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From a redevelopment standpoint, it sounds like just the prescription for the bedraggled lower section of Great Mills Road.

There would be a medical complex with an urgent care center, offices for physicians, a mental health center and perhaps a pharmacy, all focused on a Lexington Park area underserved by health-care facilities.

There would be 127 single-family homes and 500 apartments in two five-story buildings on the 79-acre site, adding to the housing stock in the Lexington Park area. All this across the street from Great Mills High School.

This project, called East Run, would replace Lord Calvert Mobile Home Park, the largest trailer park remaining in St. Mary’s County. There will never be a larger one. County zoning rules prohibit new mobile home parks.

And so the question becomes, what will happen to the people who live at Lord Calvert, who own their own trailers and rent a pad for $550 a month? There are a diminishing number of places these homeowners will be able to find to park their trailers.

The CEO of Cherry Cove, which would redevelop the property it already owns, says there would be relocation assistance for about 240 families living in mobile homes, some of whom have been at Lord Calvert for many years. Some of them will have the chance to buy the homes or rent the apartments that would be built on the site.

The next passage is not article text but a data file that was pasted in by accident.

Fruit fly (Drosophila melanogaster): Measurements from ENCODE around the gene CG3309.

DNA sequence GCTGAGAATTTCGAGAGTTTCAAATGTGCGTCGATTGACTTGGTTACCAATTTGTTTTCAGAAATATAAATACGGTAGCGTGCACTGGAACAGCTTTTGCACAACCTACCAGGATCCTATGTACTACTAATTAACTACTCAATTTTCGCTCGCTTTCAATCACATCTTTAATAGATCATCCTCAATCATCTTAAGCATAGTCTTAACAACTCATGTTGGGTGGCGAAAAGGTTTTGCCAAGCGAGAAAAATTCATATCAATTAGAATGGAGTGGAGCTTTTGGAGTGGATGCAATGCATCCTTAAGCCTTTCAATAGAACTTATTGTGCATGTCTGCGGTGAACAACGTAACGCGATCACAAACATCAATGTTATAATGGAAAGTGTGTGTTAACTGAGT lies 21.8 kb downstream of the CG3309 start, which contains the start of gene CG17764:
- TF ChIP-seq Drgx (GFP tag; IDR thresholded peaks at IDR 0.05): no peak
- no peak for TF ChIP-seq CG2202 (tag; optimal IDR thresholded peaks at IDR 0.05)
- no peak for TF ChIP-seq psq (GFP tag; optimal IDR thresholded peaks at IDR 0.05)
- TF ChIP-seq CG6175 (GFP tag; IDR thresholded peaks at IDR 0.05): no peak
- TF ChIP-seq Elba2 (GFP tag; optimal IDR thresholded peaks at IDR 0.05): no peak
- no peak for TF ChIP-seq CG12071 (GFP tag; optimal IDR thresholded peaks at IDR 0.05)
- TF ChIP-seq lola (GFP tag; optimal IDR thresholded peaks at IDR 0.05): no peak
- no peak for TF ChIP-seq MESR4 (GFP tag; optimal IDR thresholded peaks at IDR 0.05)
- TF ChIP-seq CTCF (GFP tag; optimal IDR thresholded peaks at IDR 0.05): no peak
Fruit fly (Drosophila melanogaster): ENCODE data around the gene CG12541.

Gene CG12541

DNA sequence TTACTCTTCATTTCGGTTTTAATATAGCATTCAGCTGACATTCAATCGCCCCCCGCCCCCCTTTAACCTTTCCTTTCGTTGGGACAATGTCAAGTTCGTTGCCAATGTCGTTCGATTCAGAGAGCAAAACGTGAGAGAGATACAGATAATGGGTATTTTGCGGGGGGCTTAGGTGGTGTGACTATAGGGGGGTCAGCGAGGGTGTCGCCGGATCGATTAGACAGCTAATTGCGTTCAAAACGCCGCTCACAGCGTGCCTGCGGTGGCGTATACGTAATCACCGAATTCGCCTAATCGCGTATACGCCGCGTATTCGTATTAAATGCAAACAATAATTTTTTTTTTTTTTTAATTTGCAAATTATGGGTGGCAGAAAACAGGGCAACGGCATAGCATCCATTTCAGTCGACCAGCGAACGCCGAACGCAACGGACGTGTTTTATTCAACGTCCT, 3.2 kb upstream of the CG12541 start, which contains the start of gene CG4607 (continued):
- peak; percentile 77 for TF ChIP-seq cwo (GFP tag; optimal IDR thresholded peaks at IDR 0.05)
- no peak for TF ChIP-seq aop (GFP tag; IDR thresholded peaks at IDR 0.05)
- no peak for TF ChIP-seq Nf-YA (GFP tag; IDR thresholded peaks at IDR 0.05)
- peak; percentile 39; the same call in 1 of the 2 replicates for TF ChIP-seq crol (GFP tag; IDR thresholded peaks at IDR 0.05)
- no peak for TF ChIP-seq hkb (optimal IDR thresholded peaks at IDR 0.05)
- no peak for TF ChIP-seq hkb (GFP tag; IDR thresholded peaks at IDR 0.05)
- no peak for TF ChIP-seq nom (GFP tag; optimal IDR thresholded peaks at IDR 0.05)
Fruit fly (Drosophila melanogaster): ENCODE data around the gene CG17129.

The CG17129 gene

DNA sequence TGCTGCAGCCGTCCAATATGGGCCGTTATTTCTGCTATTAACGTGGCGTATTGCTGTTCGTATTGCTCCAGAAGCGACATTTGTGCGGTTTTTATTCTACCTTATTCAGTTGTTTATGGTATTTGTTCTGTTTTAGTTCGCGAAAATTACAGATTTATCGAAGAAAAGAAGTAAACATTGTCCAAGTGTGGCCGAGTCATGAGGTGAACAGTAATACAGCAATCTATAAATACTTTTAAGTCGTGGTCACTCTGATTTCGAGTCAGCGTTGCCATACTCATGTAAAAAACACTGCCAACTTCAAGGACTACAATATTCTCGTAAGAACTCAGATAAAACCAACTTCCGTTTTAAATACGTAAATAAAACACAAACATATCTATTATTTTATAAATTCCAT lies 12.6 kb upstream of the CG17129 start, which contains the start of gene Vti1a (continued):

In truth, there is no great urgency for these people to pack up and move out. It would be at least 18 months before anyone is relocated, and residents in the newest section of Lord Calvert would not have to move for five to eight years if the project moves ahead.

That is not a sure thing. East Run is more than an idea but less than a done deal. Whether or not the $93 million private investment goes forward depends on whether it proves economically viable, and the first obstacle to that is looming right now.

It is the fiscal cliff, that combination of tax hikes and drastic cuts in federal spending that could be due to kick in Jan 1. By some accounts this could push the country into another recession unless Congress and the president come up with a more sensible budget and deficit reduction plan.

That’s why East Run, and many other projects throughout the nation, that are poised to go forward could be scuttled. St. Mary’s depends heavily on federal spending for its economic survival and so has plenty at stake.

If the project does go forward, it may be the biggest resettlement program since Lexington Manor, known as the Flattops, was leveled after the property was bought by the government to protect Patuxent River Naval Air Station from encroachment.

This time, though, the property would not be left vacant and if fully developed would add 627 new homes to Lexington Park.

As East Run moves forward though, if it does, it will be important to remember that as the number of trailer parks dwindles, people working in the service economy that supports the area’s high-tech workforce need a place to live.